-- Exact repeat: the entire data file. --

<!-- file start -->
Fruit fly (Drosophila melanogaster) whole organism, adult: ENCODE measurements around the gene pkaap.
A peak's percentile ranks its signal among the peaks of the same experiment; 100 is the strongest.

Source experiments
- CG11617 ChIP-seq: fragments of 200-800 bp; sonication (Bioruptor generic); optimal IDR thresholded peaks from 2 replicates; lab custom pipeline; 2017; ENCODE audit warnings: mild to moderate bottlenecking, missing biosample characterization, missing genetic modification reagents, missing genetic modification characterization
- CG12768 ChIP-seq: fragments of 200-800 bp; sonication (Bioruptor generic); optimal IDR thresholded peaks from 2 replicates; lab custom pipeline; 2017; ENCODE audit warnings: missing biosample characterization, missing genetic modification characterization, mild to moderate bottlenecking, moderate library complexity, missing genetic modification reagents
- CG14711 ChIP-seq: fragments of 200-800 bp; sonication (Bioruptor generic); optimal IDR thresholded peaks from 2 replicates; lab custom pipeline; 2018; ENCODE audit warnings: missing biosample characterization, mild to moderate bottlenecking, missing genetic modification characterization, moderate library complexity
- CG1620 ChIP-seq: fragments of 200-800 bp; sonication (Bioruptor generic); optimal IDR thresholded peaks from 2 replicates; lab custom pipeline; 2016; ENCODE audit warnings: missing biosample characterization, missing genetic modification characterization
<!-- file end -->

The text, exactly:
Fruit fly (Drosophila melanogaster) whole organism, adult: ENCODE measurements around the gene pkaap.
A peak's percentile ranks its signal among the peaks of the same experiment; 100 is the strongest.

Source experiments
- CG11617 ChIP-seq: fragments of 200-800 bp; sonication (Bioruptor generic); optimal IDR thresholded peaks from 2 replicates; lab custom pipeline; 2017; ENCODE audit warnings: mild to moderate bottlenecking, missing biosample characterization, missing genetic modification reagents, missing genetic modification characterization
- CG12768 ChIP-seq: fragments of 200-800 bp; sonication (Bioruptor generic); optimal IDR thresholded peaks from 2 replicates; lab custom pipeline; 2017; ENCODE audit warnings: missing biosample characterization, missing genetic modification characterization, mild to moderate bottlenecking, moderate library complexity, missing genetic modification reagents
- CG14711 ChIP-seq: fragments of 200-800 bp; sonication (Bioruptor generic); optimal IDR thresholded peaks from 2 replicates; lab custom pipeline; 2018; ENCODE audit warnings: missing biosample characterization, mild to moderate bottlenecking, missing genetic modification characterization, moderate library complexity
- CG1620 ChIP-seq: fragments of 200-800 bp; sonication (Bioruptor generic); optimal IDR thresholded peaks from 2 replicates; lab custom pipeline; 2016; ENCODE audit warnings: missing biosample characterization, missing genetic modification characterization